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Epson Pro Cinema LS10000 Projector Review - Picture Quality

Posted on September 9, 2014 by Art Feierman
PRO CINEMA LS10000 LASER PROJECTOR - PICTURE QUALITY:  Out of the Box Picture, Skin Tones, Black Level Performance, Black Level Comparison

Pro Cinema LS10000 Out of the Box Picture Quality

Right out of the box, the color in best modes - THX and Natural was very good.  It's nice to see projectors that don't desperately need to be calibrated.  Mike reports that officially, green is a touch thin at most brightness levels.  (See our calibration pages), but overall, skin tones were very good, and so was the picture in general in those modes.

Dynamic mode - the brightest, looks a lot like one would expect a lamp based projector to look, which is a bit strong in yellow and greens.  That surprised me, since we're working with dual blue lasers.   Like Dynamic modes on the Epson 5030ub/6030ub, you can correct a good deal of that shift away, without sacrificing too many lumens.  Dynamic also has other settings "punched up," for example, the image seems like its default color saturation is a lot higher to cut through ambient light.

Mike's "quick-cal" of Dynamic tames the color a bit, providing a much better looking image especially for my sports viewing.

Note that in this image player only the last image is 4K source material.

Skin Tones

Overall skin tones were excellent. They look much better in real life than in these photos.  The photos seem to be a little pale with a touch of green/yellow that wasn't on screen.  t can't say that the calibration had the tightest results, but for those into the numbers they are pretty good.

More to the point, skin tones were what I expected.  They looked natural (a little less so with heavy processing engaged).  If there was anything to note, it's that skin tones in darker scenes look a touch more on the money than very bright scenes.  Still, people in day in the park type scenes still look great.

I've included the usual Daniel Craig as Bond in Casino Royale pictures, to illustrate that skin tones vary greatly with different types of scene lighting.  The Bond skin tones look very different from one picture to the next. The question is, do they look right in their setting.  From the first one:  Full sunlight, Fluorescents, Night, Filtered sunlight.

Black Level Performance

The Pro Cinema LS10000 has the deepest black levels I've seen yet from Epson.  From a practical standpoint it does better than Epson's less expensive UB series, which set the standard for under $4000 projectors several years ago, and those haven't been bested yet for under that price point, although there's serious competition.

I do not believe that this Epson is a match for the projectors with the very best black levels out there.  I'm talking about the $8000 and $12000 JVCs, they remain the champs, but, that said, the black level performance is better than the Sony HW55ES and JVC X35, and even Sony's $15K VW600ES true 4K machine.  How it stacks up against Sony's $27,000 VPL-VW1100ES is a good question, one I expect to answer soon as I'm expecting that Sony to arrive shortly after the Cedia show (9/2014), so I'll be able to do side by side comparisons.  Editor's note, the update includes a direct comparison with Sony's flagship 4K projector the VW1100ES.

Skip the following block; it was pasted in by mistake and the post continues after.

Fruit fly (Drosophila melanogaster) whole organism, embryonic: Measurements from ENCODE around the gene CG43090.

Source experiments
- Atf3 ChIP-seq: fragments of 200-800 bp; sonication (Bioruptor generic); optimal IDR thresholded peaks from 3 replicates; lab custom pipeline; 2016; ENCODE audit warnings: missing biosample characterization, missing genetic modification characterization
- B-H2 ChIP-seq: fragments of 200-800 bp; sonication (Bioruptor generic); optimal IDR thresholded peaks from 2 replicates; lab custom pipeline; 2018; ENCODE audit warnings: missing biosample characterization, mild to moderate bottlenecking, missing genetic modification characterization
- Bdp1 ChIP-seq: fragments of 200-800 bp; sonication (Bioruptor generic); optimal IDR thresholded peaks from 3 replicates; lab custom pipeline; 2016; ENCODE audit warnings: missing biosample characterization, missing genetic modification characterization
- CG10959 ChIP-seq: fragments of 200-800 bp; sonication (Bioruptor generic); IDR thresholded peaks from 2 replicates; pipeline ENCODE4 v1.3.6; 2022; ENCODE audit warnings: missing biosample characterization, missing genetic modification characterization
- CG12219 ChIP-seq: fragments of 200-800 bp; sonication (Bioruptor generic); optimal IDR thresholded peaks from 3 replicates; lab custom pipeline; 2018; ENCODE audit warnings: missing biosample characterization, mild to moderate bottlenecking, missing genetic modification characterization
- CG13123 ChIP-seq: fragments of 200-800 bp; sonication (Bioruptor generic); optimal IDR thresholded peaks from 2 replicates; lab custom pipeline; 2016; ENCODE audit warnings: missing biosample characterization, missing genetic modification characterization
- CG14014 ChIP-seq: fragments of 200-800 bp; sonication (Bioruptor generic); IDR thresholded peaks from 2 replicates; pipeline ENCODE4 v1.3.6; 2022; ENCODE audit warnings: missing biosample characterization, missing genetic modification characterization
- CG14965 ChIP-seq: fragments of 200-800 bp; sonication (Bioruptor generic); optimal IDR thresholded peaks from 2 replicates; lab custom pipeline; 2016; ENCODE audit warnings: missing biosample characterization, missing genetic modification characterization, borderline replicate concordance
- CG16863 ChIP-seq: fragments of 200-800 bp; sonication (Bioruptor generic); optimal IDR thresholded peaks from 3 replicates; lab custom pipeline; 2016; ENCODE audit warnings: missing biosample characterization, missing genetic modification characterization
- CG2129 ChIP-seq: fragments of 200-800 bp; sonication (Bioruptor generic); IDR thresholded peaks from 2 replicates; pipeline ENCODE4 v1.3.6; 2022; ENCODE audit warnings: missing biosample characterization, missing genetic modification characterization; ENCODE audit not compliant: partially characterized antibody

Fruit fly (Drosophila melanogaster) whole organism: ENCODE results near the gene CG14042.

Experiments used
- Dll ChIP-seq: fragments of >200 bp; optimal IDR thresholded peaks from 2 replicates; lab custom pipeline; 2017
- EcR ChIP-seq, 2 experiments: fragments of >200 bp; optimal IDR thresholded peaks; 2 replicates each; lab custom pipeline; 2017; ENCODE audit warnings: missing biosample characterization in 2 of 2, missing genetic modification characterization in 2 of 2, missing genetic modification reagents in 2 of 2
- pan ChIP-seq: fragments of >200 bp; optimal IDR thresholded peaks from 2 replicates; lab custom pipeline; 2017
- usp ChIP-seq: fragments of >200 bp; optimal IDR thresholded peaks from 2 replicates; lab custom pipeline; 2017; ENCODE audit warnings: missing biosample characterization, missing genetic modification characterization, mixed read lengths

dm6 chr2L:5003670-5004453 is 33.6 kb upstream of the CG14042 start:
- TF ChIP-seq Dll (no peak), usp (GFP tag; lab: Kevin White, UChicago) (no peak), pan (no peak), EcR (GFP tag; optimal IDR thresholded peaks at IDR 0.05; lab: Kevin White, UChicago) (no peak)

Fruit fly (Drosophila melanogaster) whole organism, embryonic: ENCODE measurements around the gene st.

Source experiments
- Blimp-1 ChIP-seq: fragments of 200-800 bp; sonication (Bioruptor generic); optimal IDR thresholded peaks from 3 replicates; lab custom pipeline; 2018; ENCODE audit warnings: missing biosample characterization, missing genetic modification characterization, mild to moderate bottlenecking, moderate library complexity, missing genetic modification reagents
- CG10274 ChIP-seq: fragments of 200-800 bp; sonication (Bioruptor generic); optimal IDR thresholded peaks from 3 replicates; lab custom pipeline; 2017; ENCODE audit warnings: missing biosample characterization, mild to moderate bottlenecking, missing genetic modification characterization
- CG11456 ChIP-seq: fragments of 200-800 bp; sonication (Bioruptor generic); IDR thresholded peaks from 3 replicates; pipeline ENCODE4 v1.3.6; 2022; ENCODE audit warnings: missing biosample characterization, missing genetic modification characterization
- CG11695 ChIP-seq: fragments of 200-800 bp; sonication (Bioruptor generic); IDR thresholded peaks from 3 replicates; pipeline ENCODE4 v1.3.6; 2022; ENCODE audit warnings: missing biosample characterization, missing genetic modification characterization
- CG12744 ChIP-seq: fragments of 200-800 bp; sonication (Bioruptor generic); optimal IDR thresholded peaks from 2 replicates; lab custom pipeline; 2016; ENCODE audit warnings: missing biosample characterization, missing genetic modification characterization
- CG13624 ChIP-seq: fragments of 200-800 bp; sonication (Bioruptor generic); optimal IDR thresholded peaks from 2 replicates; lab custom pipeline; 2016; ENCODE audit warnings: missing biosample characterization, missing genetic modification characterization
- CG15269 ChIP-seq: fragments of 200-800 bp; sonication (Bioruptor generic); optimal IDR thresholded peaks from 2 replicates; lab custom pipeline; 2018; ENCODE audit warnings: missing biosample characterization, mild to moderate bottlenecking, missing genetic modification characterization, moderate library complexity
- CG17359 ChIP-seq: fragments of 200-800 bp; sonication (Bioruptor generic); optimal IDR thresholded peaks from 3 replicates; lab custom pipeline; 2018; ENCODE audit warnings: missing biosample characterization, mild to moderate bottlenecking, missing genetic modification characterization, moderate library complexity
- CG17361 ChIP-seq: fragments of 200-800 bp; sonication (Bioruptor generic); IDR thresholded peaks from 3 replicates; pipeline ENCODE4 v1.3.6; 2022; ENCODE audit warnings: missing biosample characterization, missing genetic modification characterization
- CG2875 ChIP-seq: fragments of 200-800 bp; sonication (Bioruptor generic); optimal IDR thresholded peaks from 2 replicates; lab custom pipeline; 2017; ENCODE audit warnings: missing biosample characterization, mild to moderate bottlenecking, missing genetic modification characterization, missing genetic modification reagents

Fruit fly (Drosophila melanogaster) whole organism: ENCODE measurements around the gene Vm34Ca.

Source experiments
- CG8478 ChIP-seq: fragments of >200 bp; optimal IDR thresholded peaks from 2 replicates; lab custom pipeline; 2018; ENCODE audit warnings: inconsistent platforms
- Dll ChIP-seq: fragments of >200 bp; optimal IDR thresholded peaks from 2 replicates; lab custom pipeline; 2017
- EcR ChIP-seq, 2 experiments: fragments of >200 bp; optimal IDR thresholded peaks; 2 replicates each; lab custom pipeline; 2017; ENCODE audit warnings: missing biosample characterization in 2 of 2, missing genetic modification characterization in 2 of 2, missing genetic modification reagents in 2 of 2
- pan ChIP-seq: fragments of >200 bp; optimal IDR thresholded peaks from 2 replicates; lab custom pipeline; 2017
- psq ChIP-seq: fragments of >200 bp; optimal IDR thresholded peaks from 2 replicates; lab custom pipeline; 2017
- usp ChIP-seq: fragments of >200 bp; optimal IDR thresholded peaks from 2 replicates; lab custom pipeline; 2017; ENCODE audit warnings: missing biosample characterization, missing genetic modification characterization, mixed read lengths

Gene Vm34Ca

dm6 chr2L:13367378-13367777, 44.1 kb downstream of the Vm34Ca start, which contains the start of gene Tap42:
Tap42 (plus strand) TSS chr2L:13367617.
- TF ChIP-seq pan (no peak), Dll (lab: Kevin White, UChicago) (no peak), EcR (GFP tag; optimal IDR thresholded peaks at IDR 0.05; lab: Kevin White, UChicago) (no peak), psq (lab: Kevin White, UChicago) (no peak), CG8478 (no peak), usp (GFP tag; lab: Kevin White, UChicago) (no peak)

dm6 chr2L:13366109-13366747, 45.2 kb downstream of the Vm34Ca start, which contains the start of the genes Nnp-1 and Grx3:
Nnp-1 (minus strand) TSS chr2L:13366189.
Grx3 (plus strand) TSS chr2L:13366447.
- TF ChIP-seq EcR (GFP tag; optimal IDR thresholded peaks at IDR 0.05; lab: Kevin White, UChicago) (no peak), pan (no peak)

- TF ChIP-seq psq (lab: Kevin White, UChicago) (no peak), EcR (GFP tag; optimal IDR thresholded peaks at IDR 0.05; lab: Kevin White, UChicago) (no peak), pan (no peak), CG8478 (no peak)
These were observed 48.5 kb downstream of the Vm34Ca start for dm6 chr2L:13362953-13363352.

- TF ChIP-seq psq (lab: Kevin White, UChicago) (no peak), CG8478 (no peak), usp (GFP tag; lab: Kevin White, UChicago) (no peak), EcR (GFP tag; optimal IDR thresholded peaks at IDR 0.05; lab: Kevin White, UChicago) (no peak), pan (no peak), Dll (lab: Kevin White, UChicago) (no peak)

As I have always said, great black levels have been the "holy grail" of home theater performance.  That's the difference between good $2000 projectors (or good $5000 projectors...) and great ones.  But I've also said that once black levels achieve a certain level of excellence, while even better is always desirable, that's the point where other aspects of the projector become more important than further black level improvement.

When I reviewed the Sony VW600ES I said black levels were very good, but not truly great (for $15,000), yet, thanks to true 4K projection the projector earned our top honors in our 2014 Best Home Theater Projectors report.  Why?  outstanding color, amazing sharpness, and so on.  With the Epson LS10000 I believe we have a projector here with better black level performance on those dark scenes (where it's fully appreciated) than that Sony, so that's pretty darn good!  Ultimately though since there really isn't a dynamic iris, it means that black level performance on brighter scenes is also better.  Of course, immediately below, we've cued up the Bond night train scene image from several top projectors for comparison.  On other images such as the starship from The Fifth Element, the Epson does even better compared to the competition using dynamic irises, because those other projectors find enough brightness that the iris does stop down, but not all the way.

Black Levels Comparison

Note that the first image is the Epson LS10000, each comparison image has the projector model in the upper right hand corner.  If you click to enlarge, you can quickly click to go between any image and the first one (or each other) by clicking on which ever one you want to view next.  The more overexposed the image, relative to the darkest areas, the better the black level performance.  The Epson's performance is excellent.  Perhaps the VW1000ES is the closest of these projectors, and that true 4K projector is $27,000.    That said, as I have mentioned, there are a pair of JVC's at $8000 and $12,000 with legendary black level performance.  No laser light engine, and at least as expensive, but my point is the Epson does great, but there are a bit better.

I have fewer images of Kitness and Rue sleeping in the forest, but the results are similar when viewing.

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